Let’s be real though; there is not one single HR pundit or “Future of Work” speaker out on the vast global conference speaking circuit touting “Top Ten Ways to Motivate Your Lazy Unwilling-to-Work Employees!”  Nope; that wouldn’t sell a lot of tickets.

Instead, managers from assorted disciplines attend their specific professional development conferences, sign up for the “HR Track,” and take copious notes as some HR consultant/speaker talks about “The New Way of Work.”

And then those very same managers head back to the office, roll up their sleeves, and bust out the Theory X.

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Happiness and Engagement: Can’t We All Get Along?

Are you happy at work? Do you awake refreshed each morning? Do you leap out of bed eager to take on a new day? Do you look forward to hanging out with your co-workers as you complete your spreadsheets and TPS reports? Do you find joy and camaraderie with Meghan in the next cubicle whilst doing these mind-numbing and meaningless tasks? If so….why?

On the other hand, are you engaged at work? Do you have an emotional and psychological attachment to your work and your employer? Do you go above and beyond? Use discretionary effort? Do you, as the kids like to say, “give a shit?”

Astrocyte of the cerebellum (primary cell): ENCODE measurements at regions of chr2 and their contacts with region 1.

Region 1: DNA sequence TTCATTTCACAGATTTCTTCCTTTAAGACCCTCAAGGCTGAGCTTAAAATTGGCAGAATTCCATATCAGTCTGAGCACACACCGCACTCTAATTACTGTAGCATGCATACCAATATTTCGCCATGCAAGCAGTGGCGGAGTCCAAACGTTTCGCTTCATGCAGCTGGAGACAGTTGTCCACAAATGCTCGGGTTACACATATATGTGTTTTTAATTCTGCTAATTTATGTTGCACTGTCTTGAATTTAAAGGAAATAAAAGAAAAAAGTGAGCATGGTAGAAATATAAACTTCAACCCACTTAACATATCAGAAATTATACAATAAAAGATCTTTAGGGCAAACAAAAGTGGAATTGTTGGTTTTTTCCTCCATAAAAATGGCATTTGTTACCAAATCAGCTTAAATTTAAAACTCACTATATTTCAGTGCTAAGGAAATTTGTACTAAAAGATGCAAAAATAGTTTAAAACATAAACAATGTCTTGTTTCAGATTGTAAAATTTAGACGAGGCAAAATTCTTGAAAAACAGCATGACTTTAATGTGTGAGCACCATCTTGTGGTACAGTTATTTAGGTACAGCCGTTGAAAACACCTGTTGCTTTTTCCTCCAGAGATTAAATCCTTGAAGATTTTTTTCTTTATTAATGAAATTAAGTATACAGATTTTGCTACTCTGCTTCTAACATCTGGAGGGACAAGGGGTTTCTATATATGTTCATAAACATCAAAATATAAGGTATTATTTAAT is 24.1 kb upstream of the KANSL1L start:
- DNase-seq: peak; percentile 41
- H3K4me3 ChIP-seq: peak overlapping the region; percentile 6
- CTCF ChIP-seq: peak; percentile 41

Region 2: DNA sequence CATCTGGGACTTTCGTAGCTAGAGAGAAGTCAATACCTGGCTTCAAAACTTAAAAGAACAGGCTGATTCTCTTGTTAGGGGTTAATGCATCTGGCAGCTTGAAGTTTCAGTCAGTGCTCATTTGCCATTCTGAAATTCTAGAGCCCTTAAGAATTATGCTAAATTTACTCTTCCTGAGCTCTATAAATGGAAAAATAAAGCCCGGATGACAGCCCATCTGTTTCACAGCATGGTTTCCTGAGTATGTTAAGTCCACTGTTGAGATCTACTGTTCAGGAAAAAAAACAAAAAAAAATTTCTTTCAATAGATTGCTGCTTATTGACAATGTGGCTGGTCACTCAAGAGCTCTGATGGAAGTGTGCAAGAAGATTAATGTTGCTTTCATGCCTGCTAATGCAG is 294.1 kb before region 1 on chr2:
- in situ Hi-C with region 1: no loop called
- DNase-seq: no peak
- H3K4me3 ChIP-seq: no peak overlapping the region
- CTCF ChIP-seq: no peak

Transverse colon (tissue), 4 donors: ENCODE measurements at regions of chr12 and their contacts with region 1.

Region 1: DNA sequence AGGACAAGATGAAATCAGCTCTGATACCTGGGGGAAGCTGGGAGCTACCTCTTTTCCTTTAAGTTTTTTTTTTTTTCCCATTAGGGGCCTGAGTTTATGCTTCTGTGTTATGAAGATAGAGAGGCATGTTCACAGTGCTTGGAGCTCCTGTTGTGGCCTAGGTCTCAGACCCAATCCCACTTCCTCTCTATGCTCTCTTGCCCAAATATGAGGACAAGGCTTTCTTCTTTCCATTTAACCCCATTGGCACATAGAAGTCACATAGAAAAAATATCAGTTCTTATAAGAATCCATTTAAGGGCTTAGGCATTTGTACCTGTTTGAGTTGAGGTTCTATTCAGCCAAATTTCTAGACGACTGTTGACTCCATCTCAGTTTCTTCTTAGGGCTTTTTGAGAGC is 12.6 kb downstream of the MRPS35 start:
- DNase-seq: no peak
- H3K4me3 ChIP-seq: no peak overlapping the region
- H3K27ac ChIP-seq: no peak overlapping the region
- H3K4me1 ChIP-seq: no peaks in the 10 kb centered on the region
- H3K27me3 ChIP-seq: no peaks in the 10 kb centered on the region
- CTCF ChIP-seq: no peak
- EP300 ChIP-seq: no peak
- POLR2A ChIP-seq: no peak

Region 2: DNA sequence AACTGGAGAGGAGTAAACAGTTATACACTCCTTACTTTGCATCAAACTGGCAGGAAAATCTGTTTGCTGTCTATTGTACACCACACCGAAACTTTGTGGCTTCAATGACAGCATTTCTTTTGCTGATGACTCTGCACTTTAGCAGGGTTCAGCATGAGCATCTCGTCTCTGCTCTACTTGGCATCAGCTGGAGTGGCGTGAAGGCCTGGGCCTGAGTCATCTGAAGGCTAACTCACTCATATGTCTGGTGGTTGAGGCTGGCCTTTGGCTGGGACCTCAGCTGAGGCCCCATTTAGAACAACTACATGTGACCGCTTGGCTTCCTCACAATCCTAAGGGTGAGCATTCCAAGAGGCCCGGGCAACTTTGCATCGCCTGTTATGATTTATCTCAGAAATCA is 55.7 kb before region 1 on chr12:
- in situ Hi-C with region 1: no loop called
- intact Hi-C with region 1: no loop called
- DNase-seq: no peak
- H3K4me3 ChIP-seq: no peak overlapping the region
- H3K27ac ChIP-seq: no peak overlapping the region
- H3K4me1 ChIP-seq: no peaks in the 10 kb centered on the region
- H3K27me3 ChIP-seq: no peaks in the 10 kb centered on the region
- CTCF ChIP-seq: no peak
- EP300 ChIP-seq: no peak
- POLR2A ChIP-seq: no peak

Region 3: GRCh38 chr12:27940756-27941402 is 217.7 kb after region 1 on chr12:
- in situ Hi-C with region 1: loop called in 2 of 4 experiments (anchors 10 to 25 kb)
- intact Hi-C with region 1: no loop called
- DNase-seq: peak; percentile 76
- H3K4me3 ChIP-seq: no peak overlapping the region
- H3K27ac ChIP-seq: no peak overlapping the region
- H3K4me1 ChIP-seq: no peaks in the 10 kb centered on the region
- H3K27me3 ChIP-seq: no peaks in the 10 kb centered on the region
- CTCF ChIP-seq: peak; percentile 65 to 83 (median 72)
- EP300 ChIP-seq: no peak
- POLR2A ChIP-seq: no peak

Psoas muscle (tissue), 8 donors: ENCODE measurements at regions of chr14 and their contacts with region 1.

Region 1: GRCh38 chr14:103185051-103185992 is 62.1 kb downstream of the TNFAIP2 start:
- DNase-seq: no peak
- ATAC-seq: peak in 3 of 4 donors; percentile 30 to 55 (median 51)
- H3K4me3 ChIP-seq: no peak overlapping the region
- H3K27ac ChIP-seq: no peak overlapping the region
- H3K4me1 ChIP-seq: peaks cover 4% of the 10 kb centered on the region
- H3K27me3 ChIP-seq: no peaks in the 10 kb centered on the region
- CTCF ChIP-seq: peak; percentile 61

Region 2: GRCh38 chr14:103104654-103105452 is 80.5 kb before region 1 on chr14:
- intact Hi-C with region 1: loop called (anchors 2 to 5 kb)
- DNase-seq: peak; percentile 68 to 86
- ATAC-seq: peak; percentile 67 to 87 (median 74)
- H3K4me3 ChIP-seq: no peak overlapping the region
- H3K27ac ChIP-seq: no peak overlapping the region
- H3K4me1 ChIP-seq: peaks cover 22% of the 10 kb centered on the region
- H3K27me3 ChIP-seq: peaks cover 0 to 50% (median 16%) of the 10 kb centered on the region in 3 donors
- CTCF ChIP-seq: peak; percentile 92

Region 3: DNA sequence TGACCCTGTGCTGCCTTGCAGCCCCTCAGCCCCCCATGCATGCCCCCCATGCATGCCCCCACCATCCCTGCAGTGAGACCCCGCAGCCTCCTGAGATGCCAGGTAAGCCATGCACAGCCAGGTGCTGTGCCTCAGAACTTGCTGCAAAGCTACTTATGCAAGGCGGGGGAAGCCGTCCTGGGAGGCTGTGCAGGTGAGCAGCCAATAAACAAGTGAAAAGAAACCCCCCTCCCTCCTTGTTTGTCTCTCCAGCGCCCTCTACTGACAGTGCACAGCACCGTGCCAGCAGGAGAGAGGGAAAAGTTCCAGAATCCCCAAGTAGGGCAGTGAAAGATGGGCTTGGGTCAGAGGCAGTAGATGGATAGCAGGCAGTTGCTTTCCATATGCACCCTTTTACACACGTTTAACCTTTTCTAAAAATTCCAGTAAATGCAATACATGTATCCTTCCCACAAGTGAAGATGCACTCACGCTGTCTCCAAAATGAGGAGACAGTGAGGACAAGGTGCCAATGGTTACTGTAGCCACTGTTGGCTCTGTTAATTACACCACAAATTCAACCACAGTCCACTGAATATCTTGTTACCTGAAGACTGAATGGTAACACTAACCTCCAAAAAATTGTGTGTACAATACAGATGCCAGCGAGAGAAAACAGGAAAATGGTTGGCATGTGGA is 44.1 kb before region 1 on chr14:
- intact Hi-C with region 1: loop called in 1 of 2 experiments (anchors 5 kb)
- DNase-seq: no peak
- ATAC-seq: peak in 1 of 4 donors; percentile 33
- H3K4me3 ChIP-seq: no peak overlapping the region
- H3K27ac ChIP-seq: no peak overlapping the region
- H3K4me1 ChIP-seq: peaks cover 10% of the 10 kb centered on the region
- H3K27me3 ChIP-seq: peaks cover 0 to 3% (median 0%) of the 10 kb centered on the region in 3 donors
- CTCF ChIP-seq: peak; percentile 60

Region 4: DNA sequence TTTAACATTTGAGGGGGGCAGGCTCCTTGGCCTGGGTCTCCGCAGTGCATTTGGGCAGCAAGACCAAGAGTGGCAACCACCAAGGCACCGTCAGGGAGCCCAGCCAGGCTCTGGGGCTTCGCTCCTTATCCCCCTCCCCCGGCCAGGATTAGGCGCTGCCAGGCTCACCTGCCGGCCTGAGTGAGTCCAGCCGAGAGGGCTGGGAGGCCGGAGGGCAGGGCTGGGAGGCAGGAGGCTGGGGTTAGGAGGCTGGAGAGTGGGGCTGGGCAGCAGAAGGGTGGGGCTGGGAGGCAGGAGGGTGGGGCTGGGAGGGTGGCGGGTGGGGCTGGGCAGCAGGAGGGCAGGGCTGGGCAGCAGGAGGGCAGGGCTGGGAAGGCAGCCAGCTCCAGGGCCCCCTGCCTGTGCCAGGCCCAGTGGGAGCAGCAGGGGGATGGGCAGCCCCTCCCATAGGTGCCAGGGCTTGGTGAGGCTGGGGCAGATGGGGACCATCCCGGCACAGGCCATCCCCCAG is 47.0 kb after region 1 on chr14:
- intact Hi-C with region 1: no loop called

And, if you are, God bless you, ‘engaged,’ must you also be happy? Do they have to co-exist? Should they? Can they?

Questions for the ages.

And we’re going to have a bit of a discussion on Wednesday (June 28th – 2 PM ET) over at TLNT when I’ll be leading a webinar with the super-long title of Happiness and Employee Engagement; Mutually Exclusive or Necessary Partners for Organizational Success? (click here to register). Here’s what I’m going to be chatting about:

Employees make a bargain with their employers upon the acceptance of a job; to complete required job duties, hit assigned goals and, ideally, contribute to the success of the organization, financial or otherwise, through committed actions and endeavors. Meanwhile, employers make a commitment to their employees to provide a safe workplace with a job that fulfills basic human needs and, ideally, allows for some level of satisfaction and professional growth.

Nestled within there however, and often unspoken until the employment relationship begins, is the goal of the employer to have “engaged’ employees and the desire of many employees to be ‘happy’ at work.

But what do these terms really mean, and how can employers and employees work together to foster the most productive environment for business success? In this webinar, our speaker will explore how we measure and promote employee engagement, how employee engagement and business success correlate, and whether “happiness” does, or should, be involved.

In particular, we’ll focus on:

  • The state of employee engagement
  • The role that employee happiness plays
  • The critical importance in defining, clarifying and understanding the differences and the interdependence for organizational success.

So come join us! Sponsored by our good friends at Cornerstone on Demand , this will be a great way to spend Hump Day because, of course, if you’re neither happy nor engaged, all you’re thinking about is how you’re on the downhill slide to Friday at 5 PM!